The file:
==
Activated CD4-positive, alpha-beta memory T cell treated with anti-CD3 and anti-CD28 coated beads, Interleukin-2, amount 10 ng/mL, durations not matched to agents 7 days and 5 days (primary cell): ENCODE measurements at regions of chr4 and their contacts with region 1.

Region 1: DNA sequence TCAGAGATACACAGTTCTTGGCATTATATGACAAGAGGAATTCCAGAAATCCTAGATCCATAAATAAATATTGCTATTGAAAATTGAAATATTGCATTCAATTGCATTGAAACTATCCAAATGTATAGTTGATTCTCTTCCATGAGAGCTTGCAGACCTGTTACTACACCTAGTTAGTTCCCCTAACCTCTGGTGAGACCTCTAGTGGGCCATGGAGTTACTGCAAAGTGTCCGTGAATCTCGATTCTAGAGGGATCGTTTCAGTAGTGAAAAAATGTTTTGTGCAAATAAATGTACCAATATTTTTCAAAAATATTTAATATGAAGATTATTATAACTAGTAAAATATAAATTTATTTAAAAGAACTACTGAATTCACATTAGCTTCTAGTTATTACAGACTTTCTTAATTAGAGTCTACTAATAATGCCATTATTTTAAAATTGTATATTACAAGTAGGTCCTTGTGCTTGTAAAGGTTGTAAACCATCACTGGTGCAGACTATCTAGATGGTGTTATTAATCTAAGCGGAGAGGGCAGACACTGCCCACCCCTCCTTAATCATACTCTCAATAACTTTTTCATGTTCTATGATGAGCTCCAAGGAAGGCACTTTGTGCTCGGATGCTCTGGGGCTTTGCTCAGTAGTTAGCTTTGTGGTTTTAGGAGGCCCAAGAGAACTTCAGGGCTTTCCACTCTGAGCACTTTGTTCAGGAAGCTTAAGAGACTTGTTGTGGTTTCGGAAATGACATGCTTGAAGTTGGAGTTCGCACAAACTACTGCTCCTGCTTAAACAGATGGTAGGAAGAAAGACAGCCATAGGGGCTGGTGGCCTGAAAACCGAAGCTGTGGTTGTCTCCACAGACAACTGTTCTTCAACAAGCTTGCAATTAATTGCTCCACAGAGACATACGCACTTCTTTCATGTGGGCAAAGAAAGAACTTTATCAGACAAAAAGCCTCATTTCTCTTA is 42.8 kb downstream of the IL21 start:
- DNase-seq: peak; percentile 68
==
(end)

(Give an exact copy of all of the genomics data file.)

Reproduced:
Activated CD4-positive, alpha-beta memory T cell treated with anti-CD3 and anti-CD28 coated beads, Interleukin-2, amount 10 ng/mL, durations not matched to agents 7 days and 5 days (primary cell): ENCODE measurements at regions of chr4 and their contacts with region 1.

Region 1: DNA sequence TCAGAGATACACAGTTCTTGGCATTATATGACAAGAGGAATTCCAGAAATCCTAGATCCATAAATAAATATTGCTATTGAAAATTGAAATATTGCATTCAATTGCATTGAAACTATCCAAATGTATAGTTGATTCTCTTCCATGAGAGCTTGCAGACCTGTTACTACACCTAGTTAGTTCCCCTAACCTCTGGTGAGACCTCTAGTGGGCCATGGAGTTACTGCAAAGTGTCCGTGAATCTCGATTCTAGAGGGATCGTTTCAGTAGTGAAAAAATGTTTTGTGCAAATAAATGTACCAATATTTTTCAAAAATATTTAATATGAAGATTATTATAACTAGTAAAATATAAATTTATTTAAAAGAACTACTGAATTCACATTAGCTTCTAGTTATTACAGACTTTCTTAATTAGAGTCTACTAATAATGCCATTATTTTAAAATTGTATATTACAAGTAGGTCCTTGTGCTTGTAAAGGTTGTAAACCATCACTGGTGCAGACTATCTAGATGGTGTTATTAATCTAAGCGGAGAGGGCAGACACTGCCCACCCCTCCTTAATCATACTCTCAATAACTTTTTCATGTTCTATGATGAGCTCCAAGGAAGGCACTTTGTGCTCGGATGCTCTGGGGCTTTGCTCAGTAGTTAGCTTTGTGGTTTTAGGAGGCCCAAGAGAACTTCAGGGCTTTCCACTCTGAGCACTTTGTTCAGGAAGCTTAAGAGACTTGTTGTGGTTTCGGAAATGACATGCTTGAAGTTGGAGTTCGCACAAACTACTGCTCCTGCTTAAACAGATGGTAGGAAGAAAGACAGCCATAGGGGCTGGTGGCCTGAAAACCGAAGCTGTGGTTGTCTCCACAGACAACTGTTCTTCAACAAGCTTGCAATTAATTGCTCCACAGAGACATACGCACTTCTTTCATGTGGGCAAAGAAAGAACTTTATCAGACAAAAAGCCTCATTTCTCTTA is 42.8 kb downstream of the IL21 start:
- DNase-seq: peak; percentile 68